No Empire, Nation, or Dynasty Has Ever Collapsed Because its Working People Were Self-Indulgent and Lazy

June 17th, 2012

Or at least: In all the reading I’ve done, from Gibbon to Diamond to Acemoglu and Robinson and far beyond, I’ve never come across one.

It’s not hard to find examples where you can at least reasonably attribute decline and fall to lazy, self-indulgent rich people.

Of course, maybe this time is different.

  1. Foppe
    June 17th, 2012 at 12:23 | #1

    The interesting question is: how many empires were driven in the ground using that as an excuse to bleed the population dry? Because I doubt this is the first time it has been used. And although I recall there being at least 1 reactionary roman who warned against “losing contact with the soil”, I imagine that Roman society had more than a few people who made similar arguments to the ones being lobbed at ordinary people currently (while, as Corey Robin notes, there are fairly few reactionaries currently inveighing against moral corruption of the elites, apart from those PNAC warmongers a few years back)..

    (One more recent example might be the Sun King, who left France as destitute as it was when he acceded to the throne, after bleeding it dry for decades in order to finance his pet wars.)

  2. Shawn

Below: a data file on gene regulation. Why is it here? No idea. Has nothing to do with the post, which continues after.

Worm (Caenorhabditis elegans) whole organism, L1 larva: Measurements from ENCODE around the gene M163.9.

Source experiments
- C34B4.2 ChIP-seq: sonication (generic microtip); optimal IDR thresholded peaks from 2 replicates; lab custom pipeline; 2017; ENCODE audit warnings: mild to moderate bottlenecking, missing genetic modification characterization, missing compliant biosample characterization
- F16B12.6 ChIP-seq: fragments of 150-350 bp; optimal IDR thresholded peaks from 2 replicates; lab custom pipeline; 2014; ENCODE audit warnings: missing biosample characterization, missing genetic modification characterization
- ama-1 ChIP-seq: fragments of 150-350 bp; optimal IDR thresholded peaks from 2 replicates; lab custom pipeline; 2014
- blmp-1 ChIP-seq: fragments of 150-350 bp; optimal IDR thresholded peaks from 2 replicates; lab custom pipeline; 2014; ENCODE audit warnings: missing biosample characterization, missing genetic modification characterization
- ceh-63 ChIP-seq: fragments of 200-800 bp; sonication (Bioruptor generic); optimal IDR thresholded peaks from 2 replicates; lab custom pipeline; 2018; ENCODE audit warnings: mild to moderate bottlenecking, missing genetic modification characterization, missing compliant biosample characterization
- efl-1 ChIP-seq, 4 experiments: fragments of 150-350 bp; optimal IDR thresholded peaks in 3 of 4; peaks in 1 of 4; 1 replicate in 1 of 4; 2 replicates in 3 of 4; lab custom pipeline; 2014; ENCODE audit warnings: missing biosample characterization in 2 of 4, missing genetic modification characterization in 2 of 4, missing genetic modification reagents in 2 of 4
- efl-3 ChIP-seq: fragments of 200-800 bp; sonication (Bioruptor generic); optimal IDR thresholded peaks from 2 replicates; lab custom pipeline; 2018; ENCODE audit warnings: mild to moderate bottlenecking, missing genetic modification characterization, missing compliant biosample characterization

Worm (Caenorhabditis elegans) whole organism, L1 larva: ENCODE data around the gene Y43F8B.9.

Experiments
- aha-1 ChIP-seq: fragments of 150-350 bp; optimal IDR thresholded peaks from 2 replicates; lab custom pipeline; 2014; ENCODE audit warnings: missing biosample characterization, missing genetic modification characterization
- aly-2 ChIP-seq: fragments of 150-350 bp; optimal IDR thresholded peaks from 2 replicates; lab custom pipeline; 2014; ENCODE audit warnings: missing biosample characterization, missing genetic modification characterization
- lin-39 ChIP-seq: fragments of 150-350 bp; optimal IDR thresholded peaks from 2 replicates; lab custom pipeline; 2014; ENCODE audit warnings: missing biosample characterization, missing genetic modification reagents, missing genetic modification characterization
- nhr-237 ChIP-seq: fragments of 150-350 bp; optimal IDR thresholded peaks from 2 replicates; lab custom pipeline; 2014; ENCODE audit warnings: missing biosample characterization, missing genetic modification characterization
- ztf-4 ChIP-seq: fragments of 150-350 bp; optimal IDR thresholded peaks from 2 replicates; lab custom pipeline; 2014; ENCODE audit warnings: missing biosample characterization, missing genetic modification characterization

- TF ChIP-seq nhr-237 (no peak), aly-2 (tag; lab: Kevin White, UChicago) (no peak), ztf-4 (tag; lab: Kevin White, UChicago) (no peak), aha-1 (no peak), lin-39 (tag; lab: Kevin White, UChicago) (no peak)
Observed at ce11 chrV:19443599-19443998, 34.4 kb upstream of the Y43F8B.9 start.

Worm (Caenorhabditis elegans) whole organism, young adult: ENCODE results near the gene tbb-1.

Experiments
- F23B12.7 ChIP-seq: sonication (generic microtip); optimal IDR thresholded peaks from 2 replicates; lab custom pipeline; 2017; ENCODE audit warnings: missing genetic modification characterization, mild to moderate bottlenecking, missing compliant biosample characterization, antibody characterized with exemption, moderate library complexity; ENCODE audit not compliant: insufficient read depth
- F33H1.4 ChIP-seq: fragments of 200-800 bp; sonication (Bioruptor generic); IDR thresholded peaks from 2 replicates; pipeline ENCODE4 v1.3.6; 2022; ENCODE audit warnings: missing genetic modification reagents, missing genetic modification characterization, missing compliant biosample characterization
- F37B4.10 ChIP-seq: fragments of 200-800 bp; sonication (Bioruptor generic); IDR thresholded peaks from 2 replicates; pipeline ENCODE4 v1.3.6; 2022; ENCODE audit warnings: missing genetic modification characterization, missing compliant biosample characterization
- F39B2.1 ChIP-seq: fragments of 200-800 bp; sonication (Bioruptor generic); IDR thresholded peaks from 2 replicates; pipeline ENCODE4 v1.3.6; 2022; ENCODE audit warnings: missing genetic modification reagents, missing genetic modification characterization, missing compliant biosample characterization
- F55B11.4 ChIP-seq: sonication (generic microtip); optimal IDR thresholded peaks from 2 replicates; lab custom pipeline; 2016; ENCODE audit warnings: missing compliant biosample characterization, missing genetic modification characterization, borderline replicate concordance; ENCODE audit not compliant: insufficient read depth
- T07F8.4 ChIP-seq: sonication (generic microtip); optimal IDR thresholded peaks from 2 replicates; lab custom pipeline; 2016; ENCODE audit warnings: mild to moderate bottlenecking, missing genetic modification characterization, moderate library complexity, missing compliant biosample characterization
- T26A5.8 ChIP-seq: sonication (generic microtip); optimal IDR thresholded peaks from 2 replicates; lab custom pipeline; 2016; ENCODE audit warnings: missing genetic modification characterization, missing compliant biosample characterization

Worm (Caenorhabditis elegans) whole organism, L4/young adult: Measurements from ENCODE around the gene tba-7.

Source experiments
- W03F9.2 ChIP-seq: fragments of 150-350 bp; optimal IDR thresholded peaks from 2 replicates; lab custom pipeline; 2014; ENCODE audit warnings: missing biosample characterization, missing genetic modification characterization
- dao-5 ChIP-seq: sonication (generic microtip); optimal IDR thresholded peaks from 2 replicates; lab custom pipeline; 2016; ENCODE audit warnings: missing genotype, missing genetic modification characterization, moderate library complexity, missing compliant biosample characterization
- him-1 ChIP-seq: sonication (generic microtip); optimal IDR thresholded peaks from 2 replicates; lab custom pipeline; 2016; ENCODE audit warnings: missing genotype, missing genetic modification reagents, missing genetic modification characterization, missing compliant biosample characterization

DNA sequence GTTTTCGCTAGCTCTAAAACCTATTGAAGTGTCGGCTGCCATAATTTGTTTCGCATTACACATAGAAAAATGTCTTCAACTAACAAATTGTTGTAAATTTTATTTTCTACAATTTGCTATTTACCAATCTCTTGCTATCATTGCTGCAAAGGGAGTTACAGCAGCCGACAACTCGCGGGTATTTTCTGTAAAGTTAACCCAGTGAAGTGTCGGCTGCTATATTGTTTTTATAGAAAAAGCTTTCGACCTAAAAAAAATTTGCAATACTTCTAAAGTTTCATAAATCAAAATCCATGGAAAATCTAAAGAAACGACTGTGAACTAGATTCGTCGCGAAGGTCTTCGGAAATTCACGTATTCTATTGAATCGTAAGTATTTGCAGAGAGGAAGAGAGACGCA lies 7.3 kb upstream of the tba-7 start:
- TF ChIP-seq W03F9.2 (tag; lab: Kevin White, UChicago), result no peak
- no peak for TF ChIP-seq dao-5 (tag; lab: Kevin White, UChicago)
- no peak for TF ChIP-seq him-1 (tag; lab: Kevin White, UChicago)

June 18th, 2012 at 12:07 | #2

    “It is the just and important observation of Vegetius, that the infantry was invariably covered with defensive armor, from the foundation of the city to the reign of the emperor Gratian. The relaxation of discipline, and the disuse of exercise, rendered the soldiers less able, and less willing, to support the fatigues of the service; they complained of the weight of the armor, which they seldom wore: and they successively obtained the permission of laying aside both their cuirasses and their helmets. The heavy weapons of their ancestors, the short sword, and the formidable pilum, which had subdued the world, insensibly dropped from their feeble hands.”

    Decline and Fall of the Roman Empire, Volume 2, Chapter 27.

  3. June 18th, 2012 at 13:43 | #3

    @Shawn

    Okay, so lazy soldiers… Hmm.

  4. Arrin
    September 11th, 2012 at 21:01 | #4

    Shawn this is not the whole truth. You have to look at why these soldiers were “relaxing”. They were relaxing because they did not care about what they were supposed to be fight for. The Roman emperor divided the nation into two which weakened the nation as a whole both financially and in their defense from attacking countries. Their military complex was falling apart due to veterans not wanting to or being unable to serve the new regime or they had retired. Many of the youth did not want to join the military due to disloyalty of the corrupt government. Laziness or lack of motivation is often caused by lack of incentives. Many of the soldiers may have been there just to pick up a check and did not feel any sense of loyalty to the republic or give a rats ass about fighting for the corrupt politicians that were buying their seats and being bribed by the wealthy. Physical laziness has never caused the collapse of any nation in fact just the opposite is true, often the most overworked citizens end up rebelling against authorities. There were numerous factors which led to Romes eventual decline physical laziness was not one of them.

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